If you’ve ever considered a pedicure from a scientist, think again – for one digit may reveal your entire genome.
That’s precisely what occurred when paleontologists got hold of a toe bone belonging to a female Neanderthal who left her appendage behind in a cave in the Altai Mountains of Siberia. She’d probably be shocked to know that 130,000 years later, we are privy to her family’s social life and now know she was highly inbred.
The study, published online in Nature in December 2013, describes how this new Neanderthal genome contains evidence that points to a greater amount of interbreeding between ancient human populations than previously realized.
Perhaps the phrase, ‘kissing kin’ originated early on – this particular Neanderthal’s parents were found to be half-siblings and her two parental gene sets were close to identical for long stretches of generations.
“We thought it would be a Denisovan toe,” said Dr. Paabo, from Max Planck Institute for Evolutionary Anthropology, “but it very clearly was a Neanderthal.” Denisovans, another line of human precursor, were discovered when scientists reconstructed the genome from an 80,000-year-old finger bone retrieved from a cave called Denisova.
Dr. Paabo and his team compared modern human DNA to rough drafts of the Denisovan and Neanderthal genomes. They found that modern humans, Neanderthals, and Denisovans all descended several hundred thousand years ago from a common ancestor. They also discovered some Neanderthal and Denisovan DNA in the genomes of living humans – a good fact to have on hand to explain spousal behaviors.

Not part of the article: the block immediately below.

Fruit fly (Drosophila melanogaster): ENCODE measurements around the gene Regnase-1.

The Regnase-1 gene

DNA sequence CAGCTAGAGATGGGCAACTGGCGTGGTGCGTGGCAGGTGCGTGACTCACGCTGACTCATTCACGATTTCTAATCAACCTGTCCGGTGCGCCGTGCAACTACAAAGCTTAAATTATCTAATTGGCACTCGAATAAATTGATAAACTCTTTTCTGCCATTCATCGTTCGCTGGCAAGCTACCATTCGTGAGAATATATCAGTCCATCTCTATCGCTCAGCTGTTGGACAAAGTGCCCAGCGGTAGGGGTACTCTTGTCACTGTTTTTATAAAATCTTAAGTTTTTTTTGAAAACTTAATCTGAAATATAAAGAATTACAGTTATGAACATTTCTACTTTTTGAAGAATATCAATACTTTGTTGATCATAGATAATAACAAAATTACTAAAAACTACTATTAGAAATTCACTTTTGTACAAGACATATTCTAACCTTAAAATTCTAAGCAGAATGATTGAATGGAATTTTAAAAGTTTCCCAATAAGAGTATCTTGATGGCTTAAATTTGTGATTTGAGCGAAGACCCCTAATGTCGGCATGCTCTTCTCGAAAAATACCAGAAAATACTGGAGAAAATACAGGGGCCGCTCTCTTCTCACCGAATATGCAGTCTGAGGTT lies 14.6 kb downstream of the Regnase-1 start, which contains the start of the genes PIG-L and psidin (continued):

Dr. Paabo and his colleagues concluded that modern humans interbred with both Neanderthals and Denisovans before those two lineages became extinct. “We don’t know if this is typical of all Neanderthals, or just this population in Siberia,” said Dr. Paabo. It is thought that it will take more superior Neanderthal genomes to answer that question.
Paabo et al. 2013
The fossilized toe bone of a Neanderthal who lived in Siberia 130,000 years ago offers a complete genome of this human ancestor.
If scientists were sequencing the DNA of a living person, they would find a similar accuracy in the quality of this Neanderthal’s genome. This new Neanderthal genome is described like a genetic encyclopedia – an entire book contained in a toe.
Prüfer, K., Racimo, F., Patterson, N., Jay, F., Sankararaman, S., Sawyer, S., … & Pääbo, S. (2014). The complete genome sequence of a Neanderthal from the Altai Mountains. Nature, 505(7481), 43-49.
The Paleontological Research Institution, Ithaca, New York, is pleased to sponsor Paleontology content for This View of Life. Founded in 1932, PRI has outstanding programs in research, collections, and publications, and is a national leader in development of informal Earth science education resources for educators and the general public.